My class finished up their third week of eLearning today. Tomorrow is a scheduled non-school attendance day so today ends the school week. I think most teachers are still figuring out how to balance and cope with what’s changed over the past couple weeks. A historical event is playing out before our eyes and the learning environment for our students (and us) has significantly changed. Even with all this being said, I believe we (using the collective educator we) are making progress. We’re adapting, learning new skills and attempting to reach students through a different medium. I believe Llana’s Tweet sums up my thoughts fairly well.
Since student work is now being turned in digitally teachers now return the work in the same manner. Right now students complete assignments and return them through SeeSaw (at least at the k-5 level in my district). The assignments take many different forms. Some of the them are digital while others are pulled from district adopted resources. Most of the assignments include some type of written response or visual model. Assignments are sent out once a day and students send them back to the teacher completed. Once a student’s finished assignment hits the teacher’s SeeSaw inbox the teacher has the option to accept the work, send the work back, or add comments. Usually teachers add a comment about the work and send it back to the student. Here’s where the feedback/analysis comes in. Take these two different examples.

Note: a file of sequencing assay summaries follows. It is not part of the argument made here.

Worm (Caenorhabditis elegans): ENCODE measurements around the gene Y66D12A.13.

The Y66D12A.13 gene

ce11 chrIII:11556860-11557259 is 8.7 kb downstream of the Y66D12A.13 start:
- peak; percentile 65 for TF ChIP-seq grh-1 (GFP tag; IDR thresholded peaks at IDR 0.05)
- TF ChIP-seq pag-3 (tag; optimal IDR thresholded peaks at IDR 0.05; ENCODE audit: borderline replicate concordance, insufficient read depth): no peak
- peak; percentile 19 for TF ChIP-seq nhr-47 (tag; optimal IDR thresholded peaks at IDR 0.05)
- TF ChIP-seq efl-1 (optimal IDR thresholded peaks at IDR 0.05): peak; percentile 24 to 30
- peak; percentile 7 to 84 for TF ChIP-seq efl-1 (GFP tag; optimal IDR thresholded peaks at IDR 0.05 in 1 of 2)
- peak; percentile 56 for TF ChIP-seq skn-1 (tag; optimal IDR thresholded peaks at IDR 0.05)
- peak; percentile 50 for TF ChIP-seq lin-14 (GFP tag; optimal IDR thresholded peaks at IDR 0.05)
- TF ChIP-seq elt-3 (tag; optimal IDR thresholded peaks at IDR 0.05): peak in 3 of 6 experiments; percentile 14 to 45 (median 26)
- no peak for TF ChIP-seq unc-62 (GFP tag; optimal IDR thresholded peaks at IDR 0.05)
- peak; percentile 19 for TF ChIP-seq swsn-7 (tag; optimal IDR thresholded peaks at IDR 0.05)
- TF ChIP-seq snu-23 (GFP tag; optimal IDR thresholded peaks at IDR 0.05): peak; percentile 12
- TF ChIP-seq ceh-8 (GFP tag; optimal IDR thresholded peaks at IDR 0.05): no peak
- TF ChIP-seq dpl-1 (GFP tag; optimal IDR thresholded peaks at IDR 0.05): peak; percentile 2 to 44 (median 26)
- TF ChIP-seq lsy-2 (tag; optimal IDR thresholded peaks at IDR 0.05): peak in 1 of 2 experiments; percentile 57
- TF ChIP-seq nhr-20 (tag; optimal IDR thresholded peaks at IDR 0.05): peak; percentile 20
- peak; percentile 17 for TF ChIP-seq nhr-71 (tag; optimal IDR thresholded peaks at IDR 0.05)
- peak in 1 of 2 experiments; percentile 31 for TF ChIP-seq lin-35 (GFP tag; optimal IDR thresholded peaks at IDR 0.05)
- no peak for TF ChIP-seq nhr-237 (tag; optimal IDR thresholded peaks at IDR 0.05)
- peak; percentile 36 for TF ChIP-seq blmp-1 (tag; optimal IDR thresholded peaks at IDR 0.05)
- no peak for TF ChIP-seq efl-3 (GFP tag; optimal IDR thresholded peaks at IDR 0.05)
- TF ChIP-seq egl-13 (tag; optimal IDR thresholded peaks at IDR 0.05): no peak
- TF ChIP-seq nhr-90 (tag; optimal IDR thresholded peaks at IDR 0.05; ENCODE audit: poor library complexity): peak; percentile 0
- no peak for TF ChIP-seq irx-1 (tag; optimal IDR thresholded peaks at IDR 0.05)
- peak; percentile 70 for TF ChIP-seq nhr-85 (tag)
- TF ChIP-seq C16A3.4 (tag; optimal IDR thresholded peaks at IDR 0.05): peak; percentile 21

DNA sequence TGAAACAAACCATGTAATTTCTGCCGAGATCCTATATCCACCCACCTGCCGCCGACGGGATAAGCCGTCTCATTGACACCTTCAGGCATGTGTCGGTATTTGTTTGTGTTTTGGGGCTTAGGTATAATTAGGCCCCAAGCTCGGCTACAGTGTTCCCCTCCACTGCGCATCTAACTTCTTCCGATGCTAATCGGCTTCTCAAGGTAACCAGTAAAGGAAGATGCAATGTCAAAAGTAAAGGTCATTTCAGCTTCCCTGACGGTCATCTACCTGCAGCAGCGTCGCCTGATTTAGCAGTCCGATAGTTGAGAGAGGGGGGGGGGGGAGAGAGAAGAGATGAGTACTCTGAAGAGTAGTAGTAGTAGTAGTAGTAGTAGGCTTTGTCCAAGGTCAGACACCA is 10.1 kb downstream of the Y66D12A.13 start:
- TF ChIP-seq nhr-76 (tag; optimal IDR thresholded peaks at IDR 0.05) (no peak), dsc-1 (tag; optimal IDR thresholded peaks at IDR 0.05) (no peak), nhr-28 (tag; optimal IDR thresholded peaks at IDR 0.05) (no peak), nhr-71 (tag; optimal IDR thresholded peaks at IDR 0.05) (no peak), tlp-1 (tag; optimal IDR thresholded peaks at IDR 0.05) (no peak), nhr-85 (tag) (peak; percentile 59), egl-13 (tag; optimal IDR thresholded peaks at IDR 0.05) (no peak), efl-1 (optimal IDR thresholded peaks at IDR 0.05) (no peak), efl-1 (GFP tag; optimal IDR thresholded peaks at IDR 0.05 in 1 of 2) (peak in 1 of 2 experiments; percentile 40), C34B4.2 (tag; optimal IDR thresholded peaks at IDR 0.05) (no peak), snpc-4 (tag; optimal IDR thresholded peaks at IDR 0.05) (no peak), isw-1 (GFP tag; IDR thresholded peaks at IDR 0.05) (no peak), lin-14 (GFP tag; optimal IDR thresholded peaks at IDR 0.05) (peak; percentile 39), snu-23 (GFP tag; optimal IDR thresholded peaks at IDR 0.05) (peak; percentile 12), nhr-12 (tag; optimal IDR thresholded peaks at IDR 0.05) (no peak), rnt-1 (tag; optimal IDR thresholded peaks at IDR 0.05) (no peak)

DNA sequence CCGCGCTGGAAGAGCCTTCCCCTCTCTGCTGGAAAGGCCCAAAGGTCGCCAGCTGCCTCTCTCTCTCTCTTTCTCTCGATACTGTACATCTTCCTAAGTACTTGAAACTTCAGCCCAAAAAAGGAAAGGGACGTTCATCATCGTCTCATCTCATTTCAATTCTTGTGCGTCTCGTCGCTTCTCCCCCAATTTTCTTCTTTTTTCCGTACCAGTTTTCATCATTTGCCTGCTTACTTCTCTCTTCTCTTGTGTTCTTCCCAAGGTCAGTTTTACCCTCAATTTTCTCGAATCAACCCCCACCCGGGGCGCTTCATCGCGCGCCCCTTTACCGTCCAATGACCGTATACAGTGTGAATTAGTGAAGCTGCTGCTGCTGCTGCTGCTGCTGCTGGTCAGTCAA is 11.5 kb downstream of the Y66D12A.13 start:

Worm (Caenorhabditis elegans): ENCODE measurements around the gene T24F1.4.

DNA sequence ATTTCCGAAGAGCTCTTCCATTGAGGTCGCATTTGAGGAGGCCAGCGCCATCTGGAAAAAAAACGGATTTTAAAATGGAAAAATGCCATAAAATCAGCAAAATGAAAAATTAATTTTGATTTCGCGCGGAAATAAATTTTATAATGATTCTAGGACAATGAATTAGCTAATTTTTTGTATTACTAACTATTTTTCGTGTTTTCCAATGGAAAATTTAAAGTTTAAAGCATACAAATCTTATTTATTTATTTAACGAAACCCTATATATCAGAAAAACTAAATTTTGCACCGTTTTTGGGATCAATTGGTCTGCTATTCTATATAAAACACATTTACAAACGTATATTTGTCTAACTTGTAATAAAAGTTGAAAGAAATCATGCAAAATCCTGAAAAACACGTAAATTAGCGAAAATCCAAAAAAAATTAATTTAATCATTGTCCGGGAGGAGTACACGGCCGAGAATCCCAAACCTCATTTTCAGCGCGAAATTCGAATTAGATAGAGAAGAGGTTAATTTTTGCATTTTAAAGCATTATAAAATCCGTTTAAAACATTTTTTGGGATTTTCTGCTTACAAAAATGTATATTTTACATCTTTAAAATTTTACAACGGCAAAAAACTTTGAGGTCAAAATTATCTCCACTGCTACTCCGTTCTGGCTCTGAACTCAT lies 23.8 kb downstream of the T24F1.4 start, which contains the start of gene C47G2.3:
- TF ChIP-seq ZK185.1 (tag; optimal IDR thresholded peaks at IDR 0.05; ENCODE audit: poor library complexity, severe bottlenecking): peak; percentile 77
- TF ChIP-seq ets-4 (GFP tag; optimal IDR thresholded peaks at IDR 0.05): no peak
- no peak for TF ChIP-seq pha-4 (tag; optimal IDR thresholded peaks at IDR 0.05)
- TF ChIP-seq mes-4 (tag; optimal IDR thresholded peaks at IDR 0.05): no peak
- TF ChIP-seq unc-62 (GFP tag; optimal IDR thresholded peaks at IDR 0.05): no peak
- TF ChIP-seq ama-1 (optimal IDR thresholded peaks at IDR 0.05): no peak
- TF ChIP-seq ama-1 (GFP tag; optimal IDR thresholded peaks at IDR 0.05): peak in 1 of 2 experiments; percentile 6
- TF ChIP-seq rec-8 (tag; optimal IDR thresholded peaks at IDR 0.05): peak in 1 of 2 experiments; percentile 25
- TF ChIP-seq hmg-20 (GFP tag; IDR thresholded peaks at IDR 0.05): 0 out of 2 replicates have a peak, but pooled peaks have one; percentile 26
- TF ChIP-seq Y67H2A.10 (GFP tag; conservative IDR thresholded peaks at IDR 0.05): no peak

With limited information available, a couple questions come through my mind when taking a look at both of these responses.
- Does the student understand the question?
- What made the student decide on using multiplication?
- Why did one student use 40 and the other 3.5?
- Did one student forget to move the decimal point?
- Which student has a better understanding of the concept?
Identifying misconceptions and offering feedback based on that analysis is becoming more of the norm with eLearning. This is part of the regular classroom experience, but is emphasized even more now as contact is limited. Asking the student for more information and/or a well planned question to encourage the student to rethink their answer might help here. Giving feedback through digital means isn’t a simple task. It takes thoughtful consideration and thankfully I’ve had the student more 3/4 of the year so that helps frame some of my own thinking. As I contemplate how to give feedback in a more meaningful way, I’m planning on using a coding key for SeeSaw activities.
This is similar to the NY–M retake sheets that I used during non-learning days. I’m hoping this is helpful (along with the feedback!) as we continue into week 4 next Monday. Enjoy the weekend everyone!